Structural utility |
Graphs help monitor theoretical and empirical behaviour of inference | Networks facilitate the organization of computational operations |

**Tradeoffs**: As with any modeling strategy, there are inherent tradeoffs between graphical models and neural networks. Graphical models allow us to directly encode prior knowledge about the world into the structure of the model (i.e. latent states), enabling us to enforce some weak notions of causality. However, this requires domain expertise, and assumes that the structure enforced on the model is the most natural/well suited for the task. In contrast, neural networks learn their own latent representations, by minimizing loss in an end-to-end manner. As a result, they may be seen as learning a more ‘efficient’ representation. However, this approach can require signicant amounts of data, which may not always be available.

Thus, we see that the graphs in a graphical model represent the model itself whereas it just represents computation in the case of a deep network.

Some neural networks can be completely understood as a conventional graphical model. A few examples are examined below -

## 1.Restricted Boltzmann Machines

**Overview**: RBMs are represented by undirected bipartite graphs, with one “visible” layer and a second “hidden” layer. There are no connections between nodes in the same layer (in contrast to *unrestricted* Boltzmann machines, which permit connections between hidden units).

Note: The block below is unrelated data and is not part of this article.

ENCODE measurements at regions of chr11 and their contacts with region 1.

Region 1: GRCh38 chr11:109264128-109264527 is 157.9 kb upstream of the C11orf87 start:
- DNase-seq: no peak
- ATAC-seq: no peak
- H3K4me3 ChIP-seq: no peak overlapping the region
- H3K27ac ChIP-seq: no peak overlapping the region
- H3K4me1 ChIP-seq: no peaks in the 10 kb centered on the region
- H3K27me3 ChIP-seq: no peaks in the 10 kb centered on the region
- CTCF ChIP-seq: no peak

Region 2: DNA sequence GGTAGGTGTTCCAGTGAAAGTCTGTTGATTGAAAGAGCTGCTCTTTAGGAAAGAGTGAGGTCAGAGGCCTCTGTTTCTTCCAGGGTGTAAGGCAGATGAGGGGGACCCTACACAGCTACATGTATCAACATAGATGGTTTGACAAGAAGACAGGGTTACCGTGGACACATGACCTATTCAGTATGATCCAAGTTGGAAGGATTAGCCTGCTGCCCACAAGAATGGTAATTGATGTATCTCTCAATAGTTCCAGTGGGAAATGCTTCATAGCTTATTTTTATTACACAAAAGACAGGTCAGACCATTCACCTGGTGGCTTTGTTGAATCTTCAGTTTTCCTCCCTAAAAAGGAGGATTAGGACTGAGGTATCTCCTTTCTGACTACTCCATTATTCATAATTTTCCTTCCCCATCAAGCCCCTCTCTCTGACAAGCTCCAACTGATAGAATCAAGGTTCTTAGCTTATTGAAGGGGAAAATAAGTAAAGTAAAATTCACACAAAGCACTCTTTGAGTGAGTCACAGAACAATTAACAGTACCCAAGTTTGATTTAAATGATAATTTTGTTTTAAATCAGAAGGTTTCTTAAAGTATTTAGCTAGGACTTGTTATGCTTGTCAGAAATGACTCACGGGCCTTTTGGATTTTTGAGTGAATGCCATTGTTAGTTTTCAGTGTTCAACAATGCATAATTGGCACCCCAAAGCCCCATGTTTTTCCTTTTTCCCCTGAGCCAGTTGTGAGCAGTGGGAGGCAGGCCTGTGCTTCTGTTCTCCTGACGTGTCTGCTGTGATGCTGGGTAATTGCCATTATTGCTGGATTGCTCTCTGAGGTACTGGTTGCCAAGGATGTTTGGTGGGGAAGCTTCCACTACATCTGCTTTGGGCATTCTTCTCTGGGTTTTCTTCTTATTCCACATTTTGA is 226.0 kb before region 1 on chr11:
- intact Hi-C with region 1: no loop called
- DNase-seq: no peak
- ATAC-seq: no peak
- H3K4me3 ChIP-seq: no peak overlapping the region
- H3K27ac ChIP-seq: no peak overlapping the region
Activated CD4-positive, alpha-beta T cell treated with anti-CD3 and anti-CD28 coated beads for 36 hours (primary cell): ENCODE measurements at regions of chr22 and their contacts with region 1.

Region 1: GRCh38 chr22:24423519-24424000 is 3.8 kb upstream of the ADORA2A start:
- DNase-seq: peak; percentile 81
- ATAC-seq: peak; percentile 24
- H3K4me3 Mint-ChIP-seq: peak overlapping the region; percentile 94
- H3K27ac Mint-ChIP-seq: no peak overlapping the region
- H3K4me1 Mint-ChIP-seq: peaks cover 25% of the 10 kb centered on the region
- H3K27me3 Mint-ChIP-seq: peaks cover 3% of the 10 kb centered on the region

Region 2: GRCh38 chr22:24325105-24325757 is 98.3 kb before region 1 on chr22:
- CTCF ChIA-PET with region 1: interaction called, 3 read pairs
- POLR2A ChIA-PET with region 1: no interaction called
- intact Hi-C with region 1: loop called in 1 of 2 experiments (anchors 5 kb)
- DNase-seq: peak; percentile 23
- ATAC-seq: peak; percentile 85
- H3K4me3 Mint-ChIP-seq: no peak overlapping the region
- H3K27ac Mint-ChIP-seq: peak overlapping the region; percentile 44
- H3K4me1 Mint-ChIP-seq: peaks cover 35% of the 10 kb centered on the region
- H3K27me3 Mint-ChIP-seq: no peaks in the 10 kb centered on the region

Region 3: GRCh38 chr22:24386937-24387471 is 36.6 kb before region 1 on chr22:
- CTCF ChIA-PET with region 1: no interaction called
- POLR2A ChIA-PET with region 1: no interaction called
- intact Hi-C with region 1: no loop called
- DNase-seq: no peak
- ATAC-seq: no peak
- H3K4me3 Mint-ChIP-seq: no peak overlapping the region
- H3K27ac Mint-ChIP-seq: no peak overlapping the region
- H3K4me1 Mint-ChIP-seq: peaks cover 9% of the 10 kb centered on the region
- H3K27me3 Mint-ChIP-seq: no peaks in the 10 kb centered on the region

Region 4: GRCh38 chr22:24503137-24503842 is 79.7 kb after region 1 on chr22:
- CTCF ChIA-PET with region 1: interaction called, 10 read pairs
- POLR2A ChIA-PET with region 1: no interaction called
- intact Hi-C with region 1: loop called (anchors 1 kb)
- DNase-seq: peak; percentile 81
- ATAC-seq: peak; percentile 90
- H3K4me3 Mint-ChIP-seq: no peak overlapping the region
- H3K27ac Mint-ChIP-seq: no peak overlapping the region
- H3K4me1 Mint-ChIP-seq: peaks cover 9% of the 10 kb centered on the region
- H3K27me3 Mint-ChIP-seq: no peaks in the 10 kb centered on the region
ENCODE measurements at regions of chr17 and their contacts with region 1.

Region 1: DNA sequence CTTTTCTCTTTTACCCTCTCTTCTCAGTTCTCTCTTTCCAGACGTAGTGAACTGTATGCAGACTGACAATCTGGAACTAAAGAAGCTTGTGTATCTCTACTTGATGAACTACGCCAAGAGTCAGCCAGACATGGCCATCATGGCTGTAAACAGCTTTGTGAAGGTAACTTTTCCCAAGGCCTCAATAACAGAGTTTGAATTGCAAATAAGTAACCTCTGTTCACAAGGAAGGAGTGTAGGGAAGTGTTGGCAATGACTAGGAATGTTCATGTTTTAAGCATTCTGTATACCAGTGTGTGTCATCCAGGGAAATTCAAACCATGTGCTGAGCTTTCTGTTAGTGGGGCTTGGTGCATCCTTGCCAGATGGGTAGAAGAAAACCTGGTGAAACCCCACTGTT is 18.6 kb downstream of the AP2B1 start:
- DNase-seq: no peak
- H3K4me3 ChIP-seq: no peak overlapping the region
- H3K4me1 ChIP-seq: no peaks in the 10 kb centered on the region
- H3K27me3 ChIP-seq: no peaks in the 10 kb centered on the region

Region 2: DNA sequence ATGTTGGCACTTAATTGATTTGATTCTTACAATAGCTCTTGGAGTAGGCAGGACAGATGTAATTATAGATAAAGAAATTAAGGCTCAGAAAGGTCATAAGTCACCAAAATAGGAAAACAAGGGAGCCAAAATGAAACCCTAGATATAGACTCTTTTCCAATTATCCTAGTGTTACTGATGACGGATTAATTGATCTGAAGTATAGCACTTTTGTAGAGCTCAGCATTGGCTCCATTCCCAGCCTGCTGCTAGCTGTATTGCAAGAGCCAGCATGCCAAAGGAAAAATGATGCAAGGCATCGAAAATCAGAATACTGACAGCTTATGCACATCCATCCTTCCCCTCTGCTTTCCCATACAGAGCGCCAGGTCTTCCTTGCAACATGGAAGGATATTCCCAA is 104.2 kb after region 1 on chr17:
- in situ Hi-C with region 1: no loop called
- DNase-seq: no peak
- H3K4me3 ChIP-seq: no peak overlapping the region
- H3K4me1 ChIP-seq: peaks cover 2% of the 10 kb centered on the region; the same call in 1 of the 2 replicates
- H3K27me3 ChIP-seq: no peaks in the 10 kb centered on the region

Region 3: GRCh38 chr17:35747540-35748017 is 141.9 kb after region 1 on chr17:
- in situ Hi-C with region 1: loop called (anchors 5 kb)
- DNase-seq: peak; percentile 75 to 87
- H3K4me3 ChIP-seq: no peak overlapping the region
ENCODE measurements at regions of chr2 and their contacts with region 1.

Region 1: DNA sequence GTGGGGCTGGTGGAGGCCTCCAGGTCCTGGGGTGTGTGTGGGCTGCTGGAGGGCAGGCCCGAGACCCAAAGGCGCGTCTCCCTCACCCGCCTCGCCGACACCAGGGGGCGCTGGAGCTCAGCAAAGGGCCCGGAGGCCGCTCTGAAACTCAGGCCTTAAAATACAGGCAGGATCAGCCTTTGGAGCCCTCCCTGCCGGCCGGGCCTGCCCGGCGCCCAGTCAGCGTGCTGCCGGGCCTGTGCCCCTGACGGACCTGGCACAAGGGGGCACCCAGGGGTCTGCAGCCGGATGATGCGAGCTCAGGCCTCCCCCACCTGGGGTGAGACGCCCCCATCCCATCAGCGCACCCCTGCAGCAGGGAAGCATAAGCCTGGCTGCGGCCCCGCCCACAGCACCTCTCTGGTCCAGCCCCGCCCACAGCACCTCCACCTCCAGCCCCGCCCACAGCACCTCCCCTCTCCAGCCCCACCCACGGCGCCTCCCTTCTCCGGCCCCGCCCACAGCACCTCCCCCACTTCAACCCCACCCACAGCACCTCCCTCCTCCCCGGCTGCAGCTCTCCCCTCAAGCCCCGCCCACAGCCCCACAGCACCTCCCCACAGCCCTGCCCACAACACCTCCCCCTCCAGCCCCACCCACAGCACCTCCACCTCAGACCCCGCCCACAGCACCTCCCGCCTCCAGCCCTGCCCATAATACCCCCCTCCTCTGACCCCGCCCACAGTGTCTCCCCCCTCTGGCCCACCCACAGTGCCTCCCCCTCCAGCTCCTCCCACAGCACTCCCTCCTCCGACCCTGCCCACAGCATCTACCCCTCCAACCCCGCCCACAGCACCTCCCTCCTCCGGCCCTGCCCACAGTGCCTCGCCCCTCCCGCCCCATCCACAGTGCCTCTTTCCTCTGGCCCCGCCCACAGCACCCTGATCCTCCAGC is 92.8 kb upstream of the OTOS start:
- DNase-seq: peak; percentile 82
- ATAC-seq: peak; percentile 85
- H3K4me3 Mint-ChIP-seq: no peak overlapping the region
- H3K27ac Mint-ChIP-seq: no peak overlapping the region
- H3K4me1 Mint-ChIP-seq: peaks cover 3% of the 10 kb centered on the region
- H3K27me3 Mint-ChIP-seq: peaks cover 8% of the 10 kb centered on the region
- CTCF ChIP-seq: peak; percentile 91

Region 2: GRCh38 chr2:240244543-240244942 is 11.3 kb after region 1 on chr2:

**Learning**: We compute a loss function by marginalizing over all the hidden variables and taking the derivative w.r.t weights:

or alternatively, as:

Of the two terms in the loss above:

- The first term is the expectation taking over the conditional of the hidden given the observed, i.e. we
*average over the posterior*. This is computed via sampling, which is exact (the RBM factorizes over $h$ given $v$). In neural network literature, this is also called**the clamped**/**wake**/**positive phase**. - The second term is the expectation taken over all random variables (both hidden and observed), i.e we
*average over the joint*. This is also computed sampling, but requires the iterative Gibbs sampling algorithm. Consequently, it’s far more expensive (computationally) and slow to converge. In neural network literature, this is called the**the unclamped**/**sleep**/**negative phase**.

## 2. Sigmoid Belief Networks

SBNs consist of stacks of directed linear layers combined via non-linear sigmoid activation functions. The intermediate meaning of the hidden layers are typically ignored and so even though they synactically represent graphical models, operationally they begin to deviate. Operationally treating them as graphical models, leads to inefficient inference because of the implicit “explaining away” phenomenon as when we want to infer a hidden variable, it is coupled with all other hidden random variables in that layer. This stands in contrast to the RBM case because *d*-seperation in the RBM graph meant that the hidden random variables are independent given the other layer. Also, unlike the RBM, computing the conditional does not involve a negative phase.

We now connect our discussions of inference in the SBN and the RBM. Recall that for the gradient of the sleep phase of loss function, we could sample the joint using Gibbs procedure which alternates between different subsets of varaibles. While the vanilla Gibbs sample requires sampling every single random variable one by one given all other points, a broader idea, called block Gibbs sampling which groups the variables into arbitrary blocks and samples on the block given everything else. In the case of the RBM, we consider the two layers as two blocks and hence, sampling involves alternating between the two layers.